I remember saying to my brother (a shipwright) about fifteen years ago "I have seen the future, and it is kite powered!". I had been reading in an obscure little publication called "Catalyst" (newsletter of The Amateur Yacht Research Society www.ayrs.org), about the theory of a wind-powered water-borne speed record craft, combining a kite with a 'chien-de-mer' (see 'Zeppy 3' Gizmag article) which is a streamlined,curved fin keel, shaped to oppose the lateral force of the kite and translate it into forward thrust.

This is essentially what a sailboat does anyway, but this device is extremely efficient, having very low-drag and displacement. So the combined pair forms a craft which is the absolute bare bones of the dynamics of sail power. There was also much discussion of the practical possibilities and benefits of sail and kite power for cargo vessels, so it's nice to see that it's actually coming to life now. Presumably, it can be quite tricky to 'reef' or otherwise 'reduce' a kite of this scale in a strengthening wind, but hat's off to the companies giving this a go. Good Luck to them.

Facebook User
1st March, 2011 @ 04:55 pm PST

We need this type of vessel for Pacific Ocean transport. The distances warrent great fuel savings.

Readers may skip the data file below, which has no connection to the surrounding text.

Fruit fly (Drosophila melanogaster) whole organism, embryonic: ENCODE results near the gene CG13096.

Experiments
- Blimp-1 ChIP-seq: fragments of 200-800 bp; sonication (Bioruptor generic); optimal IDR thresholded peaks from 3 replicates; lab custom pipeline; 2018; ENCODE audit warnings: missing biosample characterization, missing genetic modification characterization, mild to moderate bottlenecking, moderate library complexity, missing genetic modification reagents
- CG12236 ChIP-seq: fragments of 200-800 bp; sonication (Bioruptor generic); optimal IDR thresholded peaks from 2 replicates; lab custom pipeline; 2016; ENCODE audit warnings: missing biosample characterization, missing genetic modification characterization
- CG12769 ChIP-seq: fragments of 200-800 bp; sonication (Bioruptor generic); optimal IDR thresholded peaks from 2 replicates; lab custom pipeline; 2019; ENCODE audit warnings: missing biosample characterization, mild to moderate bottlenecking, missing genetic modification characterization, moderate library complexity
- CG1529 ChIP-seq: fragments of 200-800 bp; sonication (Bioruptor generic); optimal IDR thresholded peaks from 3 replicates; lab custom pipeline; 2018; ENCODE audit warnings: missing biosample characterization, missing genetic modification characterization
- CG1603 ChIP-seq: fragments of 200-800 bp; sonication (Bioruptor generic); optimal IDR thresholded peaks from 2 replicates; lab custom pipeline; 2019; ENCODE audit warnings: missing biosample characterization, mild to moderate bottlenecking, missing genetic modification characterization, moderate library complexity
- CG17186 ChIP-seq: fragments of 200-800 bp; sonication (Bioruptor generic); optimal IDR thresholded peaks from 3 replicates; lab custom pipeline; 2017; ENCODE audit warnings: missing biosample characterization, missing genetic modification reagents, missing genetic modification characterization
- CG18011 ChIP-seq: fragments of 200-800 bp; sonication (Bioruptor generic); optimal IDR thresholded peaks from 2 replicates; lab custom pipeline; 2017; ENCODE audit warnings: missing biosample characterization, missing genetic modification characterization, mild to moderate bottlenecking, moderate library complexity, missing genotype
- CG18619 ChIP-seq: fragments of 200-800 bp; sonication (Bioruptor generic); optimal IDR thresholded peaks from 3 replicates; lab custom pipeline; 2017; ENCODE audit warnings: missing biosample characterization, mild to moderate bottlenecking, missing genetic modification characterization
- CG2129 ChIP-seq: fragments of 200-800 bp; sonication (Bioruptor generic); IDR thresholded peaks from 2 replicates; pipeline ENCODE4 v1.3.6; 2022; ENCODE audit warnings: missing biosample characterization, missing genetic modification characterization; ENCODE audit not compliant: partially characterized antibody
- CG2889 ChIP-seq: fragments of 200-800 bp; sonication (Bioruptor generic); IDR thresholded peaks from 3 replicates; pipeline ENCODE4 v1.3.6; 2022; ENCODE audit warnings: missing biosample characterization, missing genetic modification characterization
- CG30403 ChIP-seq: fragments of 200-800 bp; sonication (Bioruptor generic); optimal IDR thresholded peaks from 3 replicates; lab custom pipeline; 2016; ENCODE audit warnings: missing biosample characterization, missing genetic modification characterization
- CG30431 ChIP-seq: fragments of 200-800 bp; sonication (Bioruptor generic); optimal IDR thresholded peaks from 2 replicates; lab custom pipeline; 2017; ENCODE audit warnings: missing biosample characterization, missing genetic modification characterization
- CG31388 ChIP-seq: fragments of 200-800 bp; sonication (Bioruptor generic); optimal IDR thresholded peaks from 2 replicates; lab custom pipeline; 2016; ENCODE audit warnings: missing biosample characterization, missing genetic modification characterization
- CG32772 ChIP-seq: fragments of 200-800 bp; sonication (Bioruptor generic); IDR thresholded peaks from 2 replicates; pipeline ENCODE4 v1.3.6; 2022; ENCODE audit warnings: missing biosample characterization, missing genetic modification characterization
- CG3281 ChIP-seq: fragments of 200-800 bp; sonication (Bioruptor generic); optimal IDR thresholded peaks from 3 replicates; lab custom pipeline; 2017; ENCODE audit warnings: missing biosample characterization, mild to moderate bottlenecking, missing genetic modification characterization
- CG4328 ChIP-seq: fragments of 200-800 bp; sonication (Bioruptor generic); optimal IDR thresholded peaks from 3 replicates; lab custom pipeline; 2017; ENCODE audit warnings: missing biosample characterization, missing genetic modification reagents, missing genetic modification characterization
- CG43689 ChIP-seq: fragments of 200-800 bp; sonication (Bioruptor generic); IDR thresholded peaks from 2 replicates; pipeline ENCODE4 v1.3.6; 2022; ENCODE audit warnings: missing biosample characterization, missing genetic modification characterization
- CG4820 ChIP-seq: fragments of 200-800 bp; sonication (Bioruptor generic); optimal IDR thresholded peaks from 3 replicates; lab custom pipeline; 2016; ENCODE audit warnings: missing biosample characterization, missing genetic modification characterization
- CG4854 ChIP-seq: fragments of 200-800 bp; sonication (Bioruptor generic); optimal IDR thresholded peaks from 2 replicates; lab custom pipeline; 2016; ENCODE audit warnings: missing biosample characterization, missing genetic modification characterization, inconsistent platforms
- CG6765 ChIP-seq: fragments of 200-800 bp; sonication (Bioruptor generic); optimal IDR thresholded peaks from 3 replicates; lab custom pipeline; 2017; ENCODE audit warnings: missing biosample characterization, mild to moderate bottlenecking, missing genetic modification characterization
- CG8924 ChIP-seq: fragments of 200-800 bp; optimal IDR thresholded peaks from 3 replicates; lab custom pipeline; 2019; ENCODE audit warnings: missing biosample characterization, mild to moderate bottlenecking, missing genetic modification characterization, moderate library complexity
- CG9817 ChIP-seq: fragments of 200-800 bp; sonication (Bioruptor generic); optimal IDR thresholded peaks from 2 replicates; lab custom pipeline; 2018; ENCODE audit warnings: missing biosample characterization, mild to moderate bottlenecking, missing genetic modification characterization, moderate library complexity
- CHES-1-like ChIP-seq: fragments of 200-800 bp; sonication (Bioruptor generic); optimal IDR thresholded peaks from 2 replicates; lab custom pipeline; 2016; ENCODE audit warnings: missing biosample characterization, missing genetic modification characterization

Adrian Akau
3rd March, 2011 @ 01:02 pm PST

Seriously?.. I'm not going to be one one running with that thing to get it off the ground.

What's wrong with just using plain ol' sails?.. I gotta think of everything!!

dparks
11th March, 2011 @ 06:02 am PST

dparks, I hope you're just trying (and failing) to be funny, because otherwise you're not "thinking of anything." Read up on the differences between kitesurfing and windsurfing, between surface winds and high altitude winds.

Gadgeteer
12th March, 2011 @ 12:15 am PST

Fabuluous stuff, gee whiz captain nemo, using the wind to propel ships, what will they think of next?

I wonder how far in the past wind has been used for ship propulsion? I think Thag used it in the cretacious period.

grtbluyonder
22nd December, 2011 @ 02:46 pm PST